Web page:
Guarding the Tongue

Author: Imaam Yahyaa Ibn Sharaf an-Nawawee

Source: Al-Manhaj
Translator: Abu Maryam Isma’eel Alarcon

Published: Monday 3rd August, 2015

Important Points Related To The Limits Of Backbiting

In the previous chapter, we stated that backbiting was when an individual mentions something about a person (in his absence), that the latter dislikes to have mentioned – whether by using verbal statements, through writings, or by making a gesture indicating him or pointing him out by eye, hand or head.

It’s Guidelines: Everything by which one causes others to understand the deficiencies found in a Muslim, then that is the backbiting that is forbidden. An example of this is when someone tells others that “such and such” individual walks with a limp or that he walks while humped over or anything similar to that from the aspects by which one desires to narrate in order to belittle the individual. All of this is Haraam (forbidden) – there being no difference of opinion in this regard. Another example of this, is when an author mentions a specific individual in his book, saying “Such and such person says this...” desiring to degrade him and dishonor him. This is Haraam. However, if his intention is to clarify that person's mistake so that it will not be followed, or to clarify his deficiency in knowledge so that he will not mislead others or have his opinions accepted, then this is not backbiting. Rather it is advice (naseehah), which is an obligation and which will be rewarded if that is what he (truly) intended.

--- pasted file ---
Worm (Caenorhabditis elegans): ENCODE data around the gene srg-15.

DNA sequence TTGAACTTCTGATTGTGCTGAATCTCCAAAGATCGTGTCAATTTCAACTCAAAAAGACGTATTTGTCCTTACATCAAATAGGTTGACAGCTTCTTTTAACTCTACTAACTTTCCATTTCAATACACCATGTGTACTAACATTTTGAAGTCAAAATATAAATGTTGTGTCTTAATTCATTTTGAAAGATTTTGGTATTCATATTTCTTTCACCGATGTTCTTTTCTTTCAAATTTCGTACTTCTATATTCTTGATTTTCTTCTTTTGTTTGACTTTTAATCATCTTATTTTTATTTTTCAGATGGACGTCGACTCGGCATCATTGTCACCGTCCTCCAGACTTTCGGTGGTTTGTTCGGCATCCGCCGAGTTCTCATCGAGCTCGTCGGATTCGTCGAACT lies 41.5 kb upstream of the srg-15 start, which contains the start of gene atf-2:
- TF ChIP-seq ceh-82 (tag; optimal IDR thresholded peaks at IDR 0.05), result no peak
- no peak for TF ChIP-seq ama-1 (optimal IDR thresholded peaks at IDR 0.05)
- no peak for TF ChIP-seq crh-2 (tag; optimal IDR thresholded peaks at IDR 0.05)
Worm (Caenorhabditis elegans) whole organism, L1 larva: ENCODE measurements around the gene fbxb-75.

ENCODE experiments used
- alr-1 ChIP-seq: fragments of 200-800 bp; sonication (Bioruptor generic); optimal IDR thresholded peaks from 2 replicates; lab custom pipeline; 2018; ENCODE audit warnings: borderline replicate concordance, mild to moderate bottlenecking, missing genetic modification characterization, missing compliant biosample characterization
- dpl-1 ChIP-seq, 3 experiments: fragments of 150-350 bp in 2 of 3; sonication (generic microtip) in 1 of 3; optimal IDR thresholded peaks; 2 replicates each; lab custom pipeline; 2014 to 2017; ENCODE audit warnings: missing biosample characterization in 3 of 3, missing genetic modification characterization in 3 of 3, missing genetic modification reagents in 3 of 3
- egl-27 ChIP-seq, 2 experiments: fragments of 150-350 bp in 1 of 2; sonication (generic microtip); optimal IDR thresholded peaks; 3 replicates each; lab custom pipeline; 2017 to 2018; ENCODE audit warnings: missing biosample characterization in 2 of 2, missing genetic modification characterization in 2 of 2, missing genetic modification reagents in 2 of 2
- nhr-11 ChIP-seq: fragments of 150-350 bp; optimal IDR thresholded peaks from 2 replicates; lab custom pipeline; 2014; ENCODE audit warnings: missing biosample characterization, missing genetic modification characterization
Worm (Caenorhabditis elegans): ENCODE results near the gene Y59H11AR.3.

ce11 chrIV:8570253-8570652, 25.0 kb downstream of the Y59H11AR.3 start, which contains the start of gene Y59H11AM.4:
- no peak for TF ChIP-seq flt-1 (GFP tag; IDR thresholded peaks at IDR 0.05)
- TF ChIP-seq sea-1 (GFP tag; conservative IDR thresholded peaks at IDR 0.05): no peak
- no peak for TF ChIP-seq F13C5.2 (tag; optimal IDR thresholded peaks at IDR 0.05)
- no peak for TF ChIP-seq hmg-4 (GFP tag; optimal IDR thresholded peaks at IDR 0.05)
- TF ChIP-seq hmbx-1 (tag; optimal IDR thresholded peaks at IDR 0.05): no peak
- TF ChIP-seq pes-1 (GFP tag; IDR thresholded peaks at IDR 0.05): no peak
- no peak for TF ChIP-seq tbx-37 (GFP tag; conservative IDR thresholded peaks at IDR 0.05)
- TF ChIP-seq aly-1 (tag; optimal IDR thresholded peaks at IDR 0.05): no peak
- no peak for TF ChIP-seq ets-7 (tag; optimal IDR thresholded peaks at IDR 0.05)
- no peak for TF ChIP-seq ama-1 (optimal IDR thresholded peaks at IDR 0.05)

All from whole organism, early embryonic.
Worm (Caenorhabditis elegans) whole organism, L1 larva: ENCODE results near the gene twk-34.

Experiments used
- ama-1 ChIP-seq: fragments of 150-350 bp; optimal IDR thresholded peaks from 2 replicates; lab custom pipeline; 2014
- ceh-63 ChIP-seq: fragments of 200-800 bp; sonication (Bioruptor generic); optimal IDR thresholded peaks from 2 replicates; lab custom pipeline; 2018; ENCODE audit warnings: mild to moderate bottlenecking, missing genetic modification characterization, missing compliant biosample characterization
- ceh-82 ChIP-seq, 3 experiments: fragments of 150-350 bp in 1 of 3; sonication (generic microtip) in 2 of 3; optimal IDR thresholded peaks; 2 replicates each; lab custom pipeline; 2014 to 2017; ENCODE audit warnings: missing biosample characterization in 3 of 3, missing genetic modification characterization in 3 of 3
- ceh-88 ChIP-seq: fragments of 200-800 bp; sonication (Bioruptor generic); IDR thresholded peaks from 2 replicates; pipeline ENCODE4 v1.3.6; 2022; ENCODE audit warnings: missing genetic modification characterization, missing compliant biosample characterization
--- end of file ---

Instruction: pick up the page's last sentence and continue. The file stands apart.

Likewise, if the author or anyone else speaks generally, saying: "these people” or “this group says such and such, and this is an error” or “a mistake” or “ignorance” or “negligence” or similar to that, then this is not backbiting. Backbiting is only when one mentions a specified individual or a specific group of people (i.e. by name).

Also from the forbidden types of backbiting is:

When one says: "Some of the people did such and such” or “some of the scholars” or “some who claim to have knowledge” or “some of the muftees” or “some who attribute themselves to rectifying (the ummah)” or “who claim abstinence” or “some people who passed by us today” or “some people that we saw” or similar to this “...did such and such”, without specifying anyone, but yet the one being spoken to realizes who the individuals are specifically, due to the speaker's causing him to understand who they are (through his words).

Also from its types is: The backbiting of the devoutly pious and knowledgeable individuals, for indeed they turn towards committing backbiting by doing it in a manner by which they cause others to understand (the person they are talking about without specifying him), just as something that is quite clear is understood. So (for example) when it is said to one of them: "How is such and such person?" He responds: "May Allaah rectify us” or “May Allaah forgive us” or “May Allaah rectify him” or “We ask Allaah for his pardon!” or “We give praise to Allaah for not having tested us with entering into darkness” or “We seek refuge in Allaah from evil” or “May Allaah save us from having little modesty” or “O Allaah, Accept our repentance", and what is similar to that, by which one will come to realize that person's defects. All of this is from the forbidden types of backbiting. Likewise, it is the same if one says: "Such and such person is being tested with that which all of us were tested with" or "his wealth is a means for that (test)" or "we all have done such an act."